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The Big Reveal

by Amanda Hamm Hengel

These days, expectant parents spread the news with blue cake frosting and pink party favors.

When Katie Wilson decided to have a gender reveal party so she and her husband Ben could share the sex of her baby with family and friends, she quickly put the plans in motion. The party would be held at her parents’ home in August. It would require her sister flying in from Chicago. She would do the baking.

What she didn’t plan for was arriving to the party in the sweltering dog days of summer wearing wool gloves.

“My plan was to make the cupcakes the color of the baby’s gender, and then top them off with vanilla icing, so when my family bit into them, they would see pink or blue cake and the gender would be revealed,” the Swedesboro resident recalls of her good intentions. “I had very little time to get home, bake the cupcakes, let them cool to ice them, and then get to my parents’ house for the reveal. Another thing I wasn’t banking on was the fact that I could be very clumsy normally, but being 20 weeks pregnant, I was worse off than usual.”

While racing to make the cupcakes, the cover of the pink dye popped off, staining Wilson’s hands the tell-tale color of the baby girl she was carrying. Despite her best efforts, the dye would not wash off, hence the reason for wool gloves in August. “The fact that I was wearing wool winter gloves needed explanation to my family,” Wilson says. “My mom just smiled and said, ‘This is why pregnant women don’t bake their own reveal cakes!’”

Pregnant women may not always bake their own cakes, but more and more of them are lining up to hold their own gender reveal parties. Fueled by social media sites like Facebook and Pinterest, and the ever-evolving desire to follow the latest pre-parenting trend, gender reveal parties have become the en vogue version of the cigars fathers used to pass out in hospital waiting rooms.

“When a woman becomes pregnant, it’s very common to go on the Internet and look through magazines and things of that nature,” says Christine Bautista, a Cherry Hill resident who also held a gender reveal party for her baby girl this past August. “You see many different things, including different ways to reveal the gender of your baby. At the small gathering that I had, a cake was used to reveal that we were having a girl. It was a double layer cake with pink frosting in the center. The colored frosting was not visible until it was cut.”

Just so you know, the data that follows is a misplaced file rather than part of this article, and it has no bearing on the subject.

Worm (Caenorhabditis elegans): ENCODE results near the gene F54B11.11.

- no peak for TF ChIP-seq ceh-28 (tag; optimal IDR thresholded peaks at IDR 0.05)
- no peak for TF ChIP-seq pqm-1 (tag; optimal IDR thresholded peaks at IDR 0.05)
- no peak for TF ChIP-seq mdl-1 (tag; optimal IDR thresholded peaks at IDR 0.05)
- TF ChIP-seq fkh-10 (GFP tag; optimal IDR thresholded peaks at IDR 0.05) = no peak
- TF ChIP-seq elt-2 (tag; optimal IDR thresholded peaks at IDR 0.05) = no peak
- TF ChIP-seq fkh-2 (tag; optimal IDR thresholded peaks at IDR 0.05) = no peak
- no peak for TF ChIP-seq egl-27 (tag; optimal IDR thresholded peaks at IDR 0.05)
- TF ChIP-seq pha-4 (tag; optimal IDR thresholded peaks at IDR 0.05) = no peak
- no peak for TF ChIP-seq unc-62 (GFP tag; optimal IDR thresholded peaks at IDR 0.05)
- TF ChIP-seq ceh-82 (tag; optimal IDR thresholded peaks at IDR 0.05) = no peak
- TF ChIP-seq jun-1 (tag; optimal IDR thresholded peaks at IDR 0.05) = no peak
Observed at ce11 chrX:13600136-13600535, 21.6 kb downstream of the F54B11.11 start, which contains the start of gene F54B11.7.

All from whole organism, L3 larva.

Chef Robert Bennett of Cherry Hill’s Classic Cake says the bakery has seen an increase in the number of requests for such cakes. “We get requests for gender reveal cakes at least a couple of times a week now,” he says.

Not everyone throwing a gender reveal party opts to disclose the sex of their baby via cake or frosting color. Some don’t even want to know the news beforehand, preferring to experience the element of surprise with everyone else. Rob and Remy Maaddi, Mantua residents and reality TV stars whose gender reveal party was broadcast on WeTV during a special episode of the Marriage Boot Camp spinoff Remy & Rob, chose to reveal the gender of their twin girls by releasing pink balloons from a neutral colored box during a gathering at Caffe Aldo Lamberti in Cherry Hill. “It was my first pregnancy so I wanted to do something special,” Remy says. “I knew it was a new trend, and since we were having twins and everyone was dying to know the gender, I thought it would be a great way to let our friends and families know.”

Because of the gaining popularity of the parties—, a popular parenting website, reports discussions concerning the parties on their site increased 14 percent last year—people are finding inspiration for bigger and better gatherings. “It used to be mostly that only stay-at-home moms were the ones who had time and energy to execute perfectly planned theme parties, but with websites like Pinterest that give people creative ideas at the click of a mouse, or Etsy, with it’s handcrafted clothes, decorations and more, these personal touches are way more accessible to every mom or dad looking to throw a party,” says Lindy Gerkens, a Marlton mother who also held a reveal party to introduce her son, Luke.

“Prior to the reveal, we had our families over for lunch, where people made predictions and read some old wives tales that I found on the Internet,” she adds. “It was such a nice way to be able to share this experience with the people we love, and celebrate bringing a new life into our loving family, and I think that’s what’s most important. We even had two people on video call during the reveal since they live too far away to be here in person.”

The question remains: Are gender reveal parties an expiring trend or here to stay? After hosting her own gender reveal party for her son, Marlton’s Marnie Benjamin sides with the latter.

“I definitely wouldn’t say it’s a fad,” she says. “It’s another way to have closeness to the pregnancy, and for the family to share in the excitement of the forthcoming baby. I think it will probably stay around for a while, and become like a shower, which is tradition. For me personally, because I’m Jewish, we didn’t have a shower, so the gender reveal was something I got to celebrate. I loved it.”

There are critics who feel that these reveal parties are a little self-serving, taking the attention away from the baby and putting it on the parents. After all, there was a time when parents didn’t discover the child’s sex until birth—without cupcakes and colored balloons on deck.

When she thinks back to that day last August, Wilson couldn’t disagree more, saying she’d absolutely have another reveal party if she gets pregnant. She’s already started on some of the planning. Step 1: Hire a baker and let them do all the work.

Published (and copyrighted) in South Jersey Magazine, Volume 10, Issue 11 February, 2014).
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